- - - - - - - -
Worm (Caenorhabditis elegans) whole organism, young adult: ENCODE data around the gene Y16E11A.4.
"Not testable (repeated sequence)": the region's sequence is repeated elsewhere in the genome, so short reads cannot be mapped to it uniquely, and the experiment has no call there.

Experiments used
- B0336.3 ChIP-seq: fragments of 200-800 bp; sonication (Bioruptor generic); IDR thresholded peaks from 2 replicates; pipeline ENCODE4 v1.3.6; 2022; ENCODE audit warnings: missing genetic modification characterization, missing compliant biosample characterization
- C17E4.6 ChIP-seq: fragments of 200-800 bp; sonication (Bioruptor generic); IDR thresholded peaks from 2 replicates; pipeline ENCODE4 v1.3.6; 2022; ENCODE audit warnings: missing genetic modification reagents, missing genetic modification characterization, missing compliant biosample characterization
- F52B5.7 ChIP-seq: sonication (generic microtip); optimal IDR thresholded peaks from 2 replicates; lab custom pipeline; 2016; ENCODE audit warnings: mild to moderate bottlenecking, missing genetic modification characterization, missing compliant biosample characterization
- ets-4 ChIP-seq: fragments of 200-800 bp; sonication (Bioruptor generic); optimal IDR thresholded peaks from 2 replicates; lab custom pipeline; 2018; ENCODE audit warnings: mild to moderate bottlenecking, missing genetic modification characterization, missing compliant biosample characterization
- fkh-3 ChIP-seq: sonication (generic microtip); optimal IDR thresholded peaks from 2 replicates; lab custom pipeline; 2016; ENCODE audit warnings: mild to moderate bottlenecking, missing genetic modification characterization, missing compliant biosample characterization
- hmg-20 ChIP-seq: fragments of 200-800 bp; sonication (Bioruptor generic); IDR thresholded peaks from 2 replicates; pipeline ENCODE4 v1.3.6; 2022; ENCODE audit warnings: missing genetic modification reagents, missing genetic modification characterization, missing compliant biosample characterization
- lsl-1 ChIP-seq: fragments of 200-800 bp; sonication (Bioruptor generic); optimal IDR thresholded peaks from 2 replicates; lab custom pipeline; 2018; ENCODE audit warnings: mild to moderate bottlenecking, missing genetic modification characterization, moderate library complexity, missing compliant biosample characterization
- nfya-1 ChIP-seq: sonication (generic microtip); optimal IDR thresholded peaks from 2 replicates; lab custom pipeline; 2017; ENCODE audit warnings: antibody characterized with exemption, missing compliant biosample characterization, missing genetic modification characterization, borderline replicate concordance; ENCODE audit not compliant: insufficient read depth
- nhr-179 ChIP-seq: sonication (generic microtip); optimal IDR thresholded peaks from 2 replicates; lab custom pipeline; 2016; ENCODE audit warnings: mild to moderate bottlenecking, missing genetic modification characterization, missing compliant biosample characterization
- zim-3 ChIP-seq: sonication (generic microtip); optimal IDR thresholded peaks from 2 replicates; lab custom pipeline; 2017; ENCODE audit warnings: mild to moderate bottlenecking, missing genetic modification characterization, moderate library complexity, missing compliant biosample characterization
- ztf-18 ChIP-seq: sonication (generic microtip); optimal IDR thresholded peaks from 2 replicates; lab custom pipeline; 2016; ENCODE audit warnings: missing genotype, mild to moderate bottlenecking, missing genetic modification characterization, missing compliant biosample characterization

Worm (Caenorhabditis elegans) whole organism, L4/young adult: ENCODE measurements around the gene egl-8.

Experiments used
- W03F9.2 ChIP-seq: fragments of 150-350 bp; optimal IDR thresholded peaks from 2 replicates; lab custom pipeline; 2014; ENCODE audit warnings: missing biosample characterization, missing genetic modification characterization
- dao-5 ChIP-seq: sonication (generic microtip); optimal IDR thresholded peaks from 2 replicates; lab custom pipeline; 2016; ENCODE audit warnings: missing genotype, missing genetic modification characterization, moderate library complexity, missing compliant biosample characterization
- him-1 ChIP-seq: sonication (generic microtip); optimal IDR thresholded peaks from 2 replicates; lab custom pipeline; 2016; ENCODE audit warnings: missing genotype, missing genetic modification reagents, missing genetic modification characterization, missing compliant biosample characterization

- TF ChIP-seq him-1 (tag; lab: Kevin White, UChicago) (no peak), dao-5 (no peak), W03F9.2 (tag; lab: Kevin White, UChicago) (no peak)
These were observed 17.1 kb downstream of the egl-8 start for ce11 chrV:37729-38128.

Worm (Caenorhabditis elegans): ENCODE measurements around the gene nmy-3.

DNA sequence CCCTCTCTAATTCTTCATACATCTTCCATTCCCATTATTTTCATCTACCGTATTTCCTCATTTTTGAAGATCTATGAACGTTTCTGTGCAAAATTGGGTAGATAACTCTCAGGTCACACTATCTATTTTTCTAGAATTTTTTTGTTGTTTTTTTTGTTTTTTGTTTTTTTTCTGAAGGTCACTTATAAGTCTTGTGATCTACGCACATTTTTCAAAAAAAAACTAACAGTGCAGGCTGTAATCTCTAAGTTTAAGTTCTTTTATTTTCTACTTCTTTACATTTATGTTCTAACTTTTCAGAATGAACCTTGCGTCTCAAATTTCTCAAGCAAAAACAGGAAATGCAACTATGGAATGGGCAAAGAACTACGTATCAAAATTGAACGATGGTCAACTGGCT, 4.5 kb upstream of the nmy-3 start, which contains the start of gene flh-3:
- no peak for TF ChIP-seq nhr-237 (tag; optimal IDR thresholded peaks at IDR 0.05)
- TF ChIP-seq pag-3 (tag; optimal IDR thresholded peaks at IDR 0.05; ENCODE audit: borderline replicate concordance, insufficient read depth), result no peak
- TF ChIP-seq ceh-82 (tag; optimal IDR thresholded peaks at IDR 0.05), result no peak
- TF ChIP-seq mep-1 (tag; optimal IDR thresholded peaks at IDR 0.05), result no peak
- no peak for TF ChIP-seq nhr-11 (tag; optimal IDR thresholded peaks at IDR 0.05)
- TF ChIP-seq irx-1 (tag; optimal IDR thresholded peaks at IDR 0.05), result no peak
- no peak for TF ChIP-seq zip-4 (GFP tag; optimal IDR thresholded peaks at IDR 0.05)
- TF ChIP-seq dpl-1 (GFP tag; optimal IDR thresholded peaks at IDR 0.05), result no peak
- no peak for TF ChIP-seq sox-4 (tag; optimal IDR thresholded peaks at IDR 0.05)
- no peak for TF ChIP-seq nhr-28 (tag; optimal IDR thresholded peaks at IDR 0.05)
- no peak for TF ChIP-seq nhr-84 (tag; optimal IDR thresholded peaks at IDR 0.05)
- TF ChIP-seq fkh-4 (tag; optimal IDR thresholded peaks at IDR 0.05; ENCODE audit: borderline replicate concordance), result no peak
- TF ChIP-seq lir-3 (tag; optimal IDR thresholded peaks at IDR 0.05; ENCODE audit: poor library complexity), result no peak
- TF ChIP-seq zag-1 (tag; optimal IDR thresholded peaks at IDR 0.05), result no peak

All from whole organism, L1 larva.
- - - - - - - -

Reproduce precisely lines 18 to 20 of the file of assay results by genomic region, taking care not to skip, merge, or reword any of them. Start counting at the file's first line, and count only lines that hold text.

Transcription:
- dao-5 ChIP-seq: sonication (generic microtip); optimal IDR thresholded peaks from 2 replicates; lab custom pipeline; 2016; ENCODE audit warnings: missing genotype, missing genetic modification characterization, moderate library complexity, missing compliant biosample characterization
- him-1 ChIP-seq: sonication (generic microtip); optimal IDR thresholded peaks from 2 replicates; lab custom pipeline; 2016; ENCODE audit warnings: missing genotype, missing genetic modification reagents, missing genetic modification characterization, missing compliant biosample characterization

- TF ChIP-seq him-1 (tag; lab: Kevin White, UChicago) (no peak), dao-5 (no peak), W03F9.2 (tag; lab: Kevin White, UChicago) (no peak)